Monday, April 15, 2019

A month of 0-fers.

On Saturday, long before Tiger Woods gained a victory at that horribly, white-supremacist-named golf tournament, The Masters, a bigger event happened in the ever-expanding world of sports.

Chris Davis, the worst hitter in Major League Baseball history (last season he batted a paltry .168—62-pounds below his playing weight) finally got a base-hit. Davis was hitting an even-more paltry .000 at the time, having gone 54 straight at-bats, going back to last season, without hitting a ball safely.

Though Davis has had some excellent seasons in the bigs, he slammed 53 home-runs in 2013, and 47 in 2015, for the last five years, he’s hardly earned his $17 million salary.

Not counting this young season, over the last four years he’s batted .262, .221, .215 and .168. Along the way, Davis has led twice the league in strike-outs with 208 and 219, and finished two more seasons with 195 and 192. If you’re keeping score, that’s 90 more strike-outs in four seasons, than Ted Williams, the Splendid Splinter, had amassed in 19, and more than twice as many as DiMaggio had in 13.

It all brought me back to my one long season in the Mexican Baseball League, which probably took place before you were born, way back in 1975.

After about a month in the Mexican Baseball League, manning the esquina caliente--the hot corner, for the Seraperos de Saltillo, I hit a rough patch. A very rough patch.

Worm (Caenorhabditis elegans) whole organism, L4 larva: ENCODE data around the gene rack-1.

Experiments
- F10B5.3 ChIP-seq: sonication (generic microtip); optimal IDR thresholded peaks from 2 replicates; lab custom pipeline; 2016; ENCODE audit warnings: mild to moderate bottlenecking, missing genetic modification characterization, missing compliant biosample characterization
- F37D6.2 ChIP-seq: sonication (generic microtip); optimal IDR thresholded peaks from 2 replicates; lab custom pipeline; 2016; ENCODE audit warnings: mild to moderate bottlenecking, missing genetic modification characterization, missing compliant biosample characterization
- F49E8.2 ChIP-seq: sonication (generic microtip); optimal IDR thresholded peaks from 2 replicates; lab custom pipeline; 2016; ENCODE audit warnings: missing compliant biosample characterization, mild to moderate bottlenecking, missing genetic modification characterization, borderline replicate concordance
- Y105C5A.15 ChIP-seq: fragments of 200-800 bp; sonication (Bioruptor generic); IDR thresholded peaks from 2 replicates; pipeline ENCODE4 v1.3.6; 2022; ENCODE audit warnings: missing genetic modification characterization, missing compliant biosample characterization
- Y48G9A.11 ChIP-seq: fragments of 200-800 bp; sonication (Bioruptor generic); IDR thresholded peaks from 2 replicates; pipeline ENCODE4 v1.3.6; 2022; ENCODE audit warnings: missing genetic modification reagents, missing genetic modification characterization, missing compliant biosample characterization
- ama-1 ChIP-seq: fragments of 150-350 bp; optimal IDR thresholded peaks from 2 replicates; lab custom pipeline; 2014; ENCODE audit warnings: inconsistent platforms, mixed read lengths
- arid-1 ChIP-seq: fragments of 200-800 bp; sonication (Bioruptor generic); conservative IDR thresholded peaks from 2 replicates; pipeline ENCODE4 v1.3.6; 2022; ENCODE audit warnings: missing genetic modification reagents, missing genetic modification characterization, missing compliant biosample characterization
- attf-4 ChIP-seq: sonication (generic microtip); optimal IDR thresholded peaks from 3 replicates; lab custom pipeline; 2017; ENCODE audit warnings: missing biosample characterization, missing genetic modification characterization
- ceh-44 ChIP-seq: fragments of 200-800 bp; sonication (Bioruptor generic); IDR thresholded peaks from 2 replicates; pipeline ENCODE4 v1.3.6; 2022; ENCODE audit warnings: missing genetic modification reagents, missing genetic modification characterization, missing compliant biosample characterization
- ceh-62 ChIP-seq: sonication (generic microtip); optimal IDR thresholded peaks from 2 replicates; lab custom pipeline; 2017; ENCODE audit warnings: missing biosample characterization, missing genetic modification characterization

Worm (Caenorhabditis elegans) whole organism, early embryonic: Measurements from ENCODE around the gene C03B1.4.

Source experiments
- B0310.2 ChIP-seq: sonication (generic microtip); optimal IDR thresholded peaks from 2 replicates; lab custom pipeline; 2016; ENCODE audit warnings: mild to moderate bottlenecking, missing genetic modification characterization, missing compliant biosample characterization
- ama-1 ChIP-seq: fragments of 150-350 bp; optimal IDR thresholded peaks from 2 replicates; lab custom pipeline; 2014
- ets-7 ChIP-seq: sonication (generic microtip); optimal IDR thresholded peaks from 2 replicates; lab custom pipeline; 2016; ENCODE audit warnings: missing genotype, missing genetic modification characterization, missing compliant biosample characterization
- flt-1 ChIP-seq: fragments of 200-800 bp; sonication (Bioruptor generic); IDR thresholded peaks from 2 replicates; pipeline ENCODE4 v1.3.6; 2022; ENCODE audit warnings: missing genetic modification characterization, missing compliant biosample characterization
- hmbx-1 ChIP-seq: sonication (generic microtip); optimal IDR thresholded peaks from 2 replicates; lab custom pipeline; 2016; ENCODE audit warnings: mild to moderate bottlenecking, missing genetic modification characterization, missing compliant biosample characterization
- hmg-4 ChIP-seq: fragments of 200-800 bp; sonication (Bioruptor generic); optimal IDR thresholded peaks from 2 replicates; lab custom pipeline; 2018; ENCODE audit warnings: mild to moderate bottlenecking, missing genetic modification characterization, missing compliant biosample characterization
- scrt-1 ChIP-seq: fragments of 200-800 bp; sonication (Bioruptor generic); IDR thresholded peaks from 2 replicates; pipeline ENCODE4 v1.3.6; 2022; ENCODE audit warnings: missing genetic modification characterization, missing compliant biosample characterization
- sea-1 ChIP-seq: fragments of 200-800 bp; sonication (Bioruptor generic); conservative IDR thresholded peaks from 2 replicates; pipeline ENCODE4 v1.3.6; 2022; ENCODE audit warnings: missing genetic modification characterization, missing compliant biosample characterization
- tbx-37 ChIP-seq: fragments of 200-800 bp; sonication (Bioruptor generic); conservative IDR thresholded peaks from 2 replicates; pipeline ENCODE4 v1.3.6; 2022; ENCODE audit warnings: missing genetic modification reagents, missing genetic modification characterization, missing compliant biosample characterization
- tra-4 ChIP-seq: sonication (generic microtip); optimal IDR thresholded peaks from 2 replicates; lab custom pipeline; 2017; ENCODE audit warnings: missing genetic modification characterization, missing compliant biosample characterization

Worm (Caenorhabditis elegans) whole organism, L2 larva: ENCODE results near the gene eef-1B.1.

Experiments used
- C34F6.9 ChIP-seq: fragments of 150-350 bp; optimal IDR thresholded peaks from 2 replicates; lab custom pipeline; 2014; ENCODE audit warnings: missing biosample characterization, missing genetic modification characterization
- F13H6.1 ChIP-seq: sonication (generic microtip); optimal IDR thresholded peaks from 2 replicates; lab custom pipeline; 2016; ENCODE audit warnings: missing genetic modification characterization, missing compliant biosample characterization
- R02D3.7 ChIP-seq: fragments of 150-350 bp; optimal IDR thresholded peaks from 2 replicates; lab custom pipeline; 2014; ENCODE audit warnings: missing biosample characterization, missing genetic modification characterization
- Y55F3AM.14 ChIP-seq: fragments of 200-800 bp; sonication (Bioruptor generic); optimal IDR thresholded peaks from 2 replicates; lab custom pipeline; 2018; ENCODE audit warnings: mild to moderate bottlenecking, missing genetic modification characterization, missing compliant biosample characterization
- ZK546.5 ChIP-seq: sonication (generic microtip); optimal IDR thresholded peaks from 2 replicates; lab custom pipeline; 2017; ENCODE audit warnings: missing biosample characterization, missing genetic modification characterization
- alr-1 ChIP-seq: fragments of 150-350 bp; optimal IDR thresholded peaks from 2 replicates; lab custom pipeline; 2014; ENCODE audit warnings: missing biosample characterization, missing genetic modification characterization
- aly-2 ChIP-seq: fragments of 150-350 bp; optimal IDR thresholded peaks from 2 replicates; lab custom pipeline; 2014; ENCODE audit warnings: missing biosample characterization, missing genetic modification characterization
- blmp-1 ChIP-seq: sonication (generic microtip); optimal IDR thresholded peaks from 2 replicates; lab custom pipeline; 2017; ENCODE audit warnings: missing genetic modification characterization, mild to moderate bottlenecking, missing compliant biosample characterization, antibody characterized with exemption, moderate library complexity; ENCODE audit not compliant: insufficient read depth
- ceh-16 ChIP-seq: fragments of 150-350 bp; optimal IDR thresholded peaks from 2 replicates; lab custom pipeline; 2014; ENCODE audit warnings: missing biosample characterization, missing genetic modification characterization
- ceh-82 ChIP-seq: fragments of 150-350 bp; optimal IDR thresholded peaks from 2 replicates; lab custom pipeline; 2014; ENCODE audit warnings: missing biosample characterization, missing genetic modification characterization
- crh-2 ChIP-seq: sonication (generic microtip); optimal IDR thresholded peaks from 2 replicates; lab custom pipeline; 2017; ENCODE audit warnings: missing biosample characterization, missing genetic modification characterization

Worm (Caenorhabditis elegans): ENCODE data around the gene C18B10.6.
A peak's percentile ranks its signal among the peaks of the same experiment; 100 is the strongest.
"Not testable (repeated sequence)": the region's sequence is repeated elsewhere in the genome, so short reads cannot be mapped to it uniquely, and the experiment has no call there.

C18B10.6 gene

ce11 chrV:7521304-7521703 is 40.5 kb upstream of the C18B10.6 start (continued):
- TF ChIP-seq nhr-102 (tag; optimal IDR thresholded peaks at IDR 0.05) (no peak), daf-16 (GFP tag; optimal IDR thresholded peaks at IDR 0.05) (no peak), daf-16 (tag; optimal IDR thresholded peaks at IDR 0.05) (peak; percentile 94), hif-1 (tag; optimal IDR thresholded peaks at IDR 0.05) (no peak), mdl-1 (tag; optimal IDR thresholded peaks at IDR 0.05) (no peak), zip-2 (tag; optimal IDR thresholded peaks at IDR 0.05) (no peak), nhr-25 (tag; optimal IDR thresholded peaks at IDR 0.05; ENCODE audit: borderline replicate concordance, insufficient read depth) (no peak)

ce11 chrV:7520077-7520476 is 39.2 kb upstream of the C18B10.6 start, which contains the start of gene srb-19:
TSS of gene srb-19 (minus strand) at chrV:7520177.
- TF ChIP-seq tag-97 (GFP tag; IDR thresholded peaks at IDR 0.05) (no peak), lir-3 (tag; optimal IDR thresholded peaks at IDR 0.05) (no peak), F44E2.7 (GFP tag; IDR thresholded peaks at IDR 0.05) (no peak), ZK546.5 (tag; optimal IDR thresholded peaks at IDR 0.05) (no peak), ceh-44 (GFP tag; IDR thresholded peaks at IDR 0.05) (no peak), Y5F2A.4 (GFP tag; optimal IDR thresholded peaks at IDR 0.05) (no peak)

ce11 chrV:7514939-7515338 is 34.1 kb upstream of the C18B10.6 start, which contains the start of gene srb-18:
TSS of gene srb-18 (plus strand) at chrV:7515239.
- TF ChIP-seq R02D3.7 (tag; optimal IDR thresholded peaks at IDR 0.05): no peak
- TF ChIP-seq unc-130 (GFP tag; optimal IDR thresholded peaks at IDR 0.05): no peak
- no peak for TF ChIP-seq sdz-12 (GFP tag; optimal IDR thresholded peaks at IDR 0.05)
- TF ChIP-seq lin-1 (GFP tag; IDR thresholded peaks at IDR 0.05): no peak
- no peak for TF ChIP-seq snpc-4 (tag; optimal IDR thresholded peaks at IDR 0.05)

I had been hitting in the high-.300s, with decent power and it looked, however feebly, that I might perhaps have more of a career in baseball than I had imagined. Even more than I imagined after I had eight or a dozen beers in me.

Hector Quesadilla--the Seraperos' legendary manager had great faith in me. That boosted my confidence. Accordingly, I was seeing the ball as big as a grapefruit, just chugging to the plate, waiting to be smacked.

Then it happened. As it happens, at times, to all of us.

That which we have done all our lives, done with ease, done without even, perhaps, thinking, we can no longer do. We lose, sometimes suddenly and almost always inexplicably, our abilities.

Or as the great Roman poet Horace put it two-millennia ago, “non sum qualis eram.” I am not now what I once was.

I went a game without whacking the pill. Nothing unusual in that. It happens all the time. That's why DiMaggio's 56-game hitting streak was so notable. Everybody, even the greatest players, have a game or two every so often where they fail to get good wood on the ball. Or fail to hit the ball safely. Others have games filled with hard luck. They hit the ball well, but right at people.

In any event, I went 0 for 4 a second game, then a third game in a row.

Before I knew it, I was 0 for an entire week.

“Tal vez deberia sentarme yo abajo,” I said to Quesdadilla. “Maybe you should sit me down.’

“No,” he answered, “Le diste en su manera de salir de ella.” You hit your way out of it, he said.

So, I kept playing. And I kept 0-for-fouring.

I tried everything. I pulled my bat further back. I moved my hands further forward. I moved in on the plate. Out from the plate. Up in the box and back in the box. I shortened my swing and crouched like Minnie Minoso. I stood up tall and swung from my heels like Willie McCovey.